8. 4 William James on Free Will: The French Connection with Charles Renouvier
    (pp. 93-121)
    DONALD WAYNE VINEY

    From the time that he became acquainted with the writings of Charles Renouvier (1815–1903) until the end of his life, William James (1842–1910) held the French philosopher in the highest regard. At the heart of James’s admiration were the interrelated questions of free will and pluralism. James attributed his conversion from belief in determinism to belief in free will to Renouvier’s influence. Furthermore, James’s mature theory of free will is a development of the ideas he first learned from Renouvier. This story of Renouvier’s influence on James is often repeated in treatments of James’s philosophy, of which there...

  9. 5 Blondel and Pragmatism: Truth as the Real Adequation of Mind and Life
    (pp. 122-142)
    MICHAEL J. KERLIN

    In his 1908 Science et religion dans la philosophie contemporaine, Émile Boutroux devoted a chapter to the “Philosophy of Action.” He began with an account of pragmatism before he discussed the thought of Maurice Blondel and finished the chapter with a critique of the philosophy of action as a form of pragmatism that neglects the role of intelligence and belief in religion. Blondel’s comment to his friend Auguste Valensin that the book was “a great disappointment to many ..... even morally.”¹ What must have made Boutroux’s analysis particularly disappointing was that Blondel had begun making a sharp distinction between his...

  10. 6 Pragmatism in France: The Case of Édouard Le Roy
    (pp. 143-166)
    HARVEY HILL

    At the beginning of the twentieth century, pragmatism was associated primarily with the United States and Britain. Philosophical circles in Catholic France, by contrast, were largely dominated by homistic philosophy. Catholic philosophers were far more likely to use the term “pragmatist” as an epithet with which to brand an opponent than to designate a serious philosophical option. Like the more common terms of abuse, “Kantian,” “subjectivist,” and, worst of all, “Modernist,” the word “pragmatist” implied to many Catholic philosophers that one did not take questions of metaphysical truth seriously.

    And yet, pragmatism clearly influenced many French thinkers of the period,...

  11. 7 Le critique malgré lui: Marcel Hébert’s Le pragmatisme
    (pp. 167-184)
    C.J.T. TALAR

    A significant share of the responsibility for the confused state of affairs referred to in the epigraph has been laid at the door of the pragmatists themselves. In the case of William James, a popular style of expression was one factor.² But misunderstanding also stemmed from the substance of his thought. James wrestled with the metaphysical implications of the pragmatic method and was less than clear about “the crucial issue between idealism and realism—the status, namely, of those parts of nature that lie beyond the mental reach of man.”³ Though he repeatedly affirmed his commitment to realism, critics could...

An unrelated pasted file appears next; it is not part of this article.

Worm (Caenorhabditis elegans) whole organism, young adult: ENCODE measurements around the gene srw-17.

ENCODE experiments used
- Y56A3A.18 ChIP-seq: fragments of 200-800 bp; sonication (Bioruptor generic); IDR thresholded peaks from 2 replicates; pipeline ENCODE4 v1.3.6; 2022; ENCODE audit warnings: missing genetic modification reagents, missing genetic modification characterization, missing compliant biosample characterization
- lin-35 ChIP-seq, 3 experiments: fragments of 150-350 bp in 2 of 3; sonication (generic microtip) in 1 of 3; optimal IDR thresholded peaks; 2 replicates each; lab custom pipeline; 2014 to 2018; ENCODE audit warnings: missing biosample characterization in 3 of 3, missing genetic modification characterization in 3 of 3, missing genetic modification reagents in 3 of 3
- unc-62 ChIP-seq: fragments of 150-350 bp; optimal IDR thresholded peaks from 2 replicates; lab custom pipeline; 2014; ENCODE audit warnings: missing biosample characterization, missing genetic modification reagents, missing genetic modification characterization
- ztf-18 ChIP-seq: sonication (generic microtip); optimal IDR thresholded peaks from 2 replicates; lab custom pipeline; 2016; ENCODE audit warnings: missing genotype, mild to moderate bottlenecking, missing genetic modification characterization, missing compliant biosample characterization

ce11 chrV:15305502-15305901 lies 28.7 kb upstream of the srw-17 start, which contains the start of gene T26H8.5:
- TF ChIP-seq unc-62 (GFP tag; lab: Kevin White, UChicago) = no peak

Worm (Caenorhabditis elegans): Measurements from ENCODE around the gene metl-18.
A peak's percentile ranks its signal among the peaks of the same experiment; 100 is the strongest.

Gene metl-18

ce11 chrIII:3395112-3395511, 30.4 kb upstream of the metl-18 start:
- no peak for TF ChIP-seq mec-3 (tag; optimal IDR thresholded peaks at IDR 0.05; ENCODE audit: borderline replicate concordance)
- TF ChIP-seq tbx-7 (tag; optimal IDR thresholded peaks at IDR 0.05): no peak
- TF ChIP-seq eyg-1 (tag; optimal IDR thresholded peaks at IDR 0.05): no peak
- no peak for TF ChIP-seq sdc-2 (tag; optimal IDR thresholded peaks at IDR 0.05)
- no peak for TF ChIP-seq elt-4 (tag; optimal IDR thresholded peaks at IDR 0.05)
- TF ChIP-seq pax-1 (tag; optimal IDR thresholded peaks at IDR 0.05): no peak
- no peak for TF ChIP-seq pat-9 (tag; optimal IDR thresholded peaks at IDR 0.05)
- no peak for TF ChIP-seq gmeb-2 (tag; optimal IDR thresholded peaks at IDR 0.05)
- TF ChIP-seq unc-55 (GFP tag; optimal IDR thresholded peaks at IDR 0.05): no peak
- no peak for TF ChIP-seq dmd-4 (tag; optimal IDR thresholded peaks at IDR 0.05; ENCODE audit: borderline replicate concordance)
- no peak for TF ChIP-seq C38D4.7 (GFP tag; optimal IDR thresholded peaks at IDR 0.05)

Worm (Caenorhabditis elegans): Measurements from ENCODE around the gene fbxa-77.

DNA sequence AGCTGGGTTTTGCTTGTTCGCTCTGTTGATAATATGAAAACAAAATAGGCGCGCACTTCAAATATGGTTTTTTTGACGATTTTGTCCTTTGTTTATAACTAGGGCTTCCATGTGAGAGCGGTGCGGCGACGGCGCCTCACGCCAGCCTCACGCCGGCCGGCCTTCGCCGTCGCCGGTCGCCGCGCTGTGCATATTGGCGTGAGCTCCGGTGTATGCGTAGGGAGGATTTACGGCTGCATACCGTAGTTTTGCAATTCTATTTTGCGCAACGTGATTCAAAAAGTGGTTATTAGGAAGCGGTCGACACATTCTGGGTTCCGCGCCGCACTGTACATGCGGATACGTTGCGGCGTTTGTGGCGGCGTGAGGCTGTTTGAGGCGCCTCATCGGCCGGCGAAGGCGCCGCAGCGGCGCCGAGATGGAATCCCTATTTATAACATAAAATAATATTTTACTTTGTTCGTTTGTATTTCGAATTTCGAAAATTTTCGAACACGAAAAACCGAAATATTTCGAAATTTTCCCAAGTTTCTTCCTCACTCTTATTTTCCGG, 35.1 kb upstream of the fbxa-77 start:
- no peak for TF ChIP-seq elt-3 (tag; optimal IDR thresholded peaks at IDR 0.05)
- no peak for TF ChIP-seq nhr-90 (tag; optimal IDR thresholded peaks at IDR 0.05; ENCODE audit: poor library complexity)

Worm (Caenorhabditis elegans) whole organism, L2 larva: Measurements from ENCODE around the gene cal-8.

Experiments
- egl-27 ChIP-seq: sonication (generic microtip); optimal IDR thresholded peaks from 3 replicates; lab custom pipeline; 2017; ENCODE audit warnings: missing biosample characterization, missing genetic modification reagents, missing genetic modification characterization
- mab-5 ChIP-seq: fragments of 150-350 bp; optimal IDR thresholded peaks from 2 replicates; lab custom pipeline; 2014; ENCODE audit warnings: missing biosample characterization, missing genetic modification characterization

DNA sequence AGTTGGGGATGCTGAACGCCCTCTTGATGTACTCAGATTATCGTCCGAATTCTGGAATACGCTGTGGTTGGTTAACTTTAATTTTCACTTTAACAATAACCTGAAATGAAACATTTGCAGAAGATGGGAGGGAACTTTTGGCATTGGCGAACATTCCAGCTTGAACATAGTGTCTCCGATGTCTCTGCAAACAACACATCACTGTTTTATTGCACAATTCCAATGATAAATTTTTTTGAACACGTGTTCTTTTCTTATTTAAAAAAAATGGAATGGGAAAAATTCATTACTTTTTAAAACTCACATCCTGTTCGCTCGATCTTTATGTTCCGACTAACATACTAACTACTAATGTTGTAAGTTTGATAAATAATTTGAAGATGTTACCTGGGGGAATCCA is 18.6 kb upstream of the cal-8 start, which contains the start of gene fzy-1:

12. 8 “Notre attitude en face du Pragmatisme”: George Tyrrell’s Relation to Pragmatism
    (pp. 185-216)
    CLARA GINTHER

    Readers might legitimately wonder why an essay on George Tyrrell (1861–1909), an Irish-born English theologian, should be included in a book on the reception of pragmatism in France. Tyrrell is mostly known for his involvement in the Modernist Crisis; indeed, one of its most prominent figures, he gained notoriety by being ex-communicated for his involvement. Rarely does a publication on Modernism fail to mention his name. However, Tyrrell had strong ties to France through friendships, through exchange with French theologians, and through essays he published in French journals such as the Annales de philosophie chrétienne—his close friend erstwhile...

  13. Appendix: Extract from a Letter of Henri Bergson to Horace M. Kallen
    (pp. 217-220)
  14. Selected Bibliography of Pragmatism in France, 1898–1914
    (pp. 221-232)
    JOHN R. SHOOK
  15. Contributors
    (pp. 233-234)
  16. Index of Names
    (pp. 235-242)
  17. Index of Subjects
    (pp. 243-248)
  18. Back Matter
    (pp. 249-249)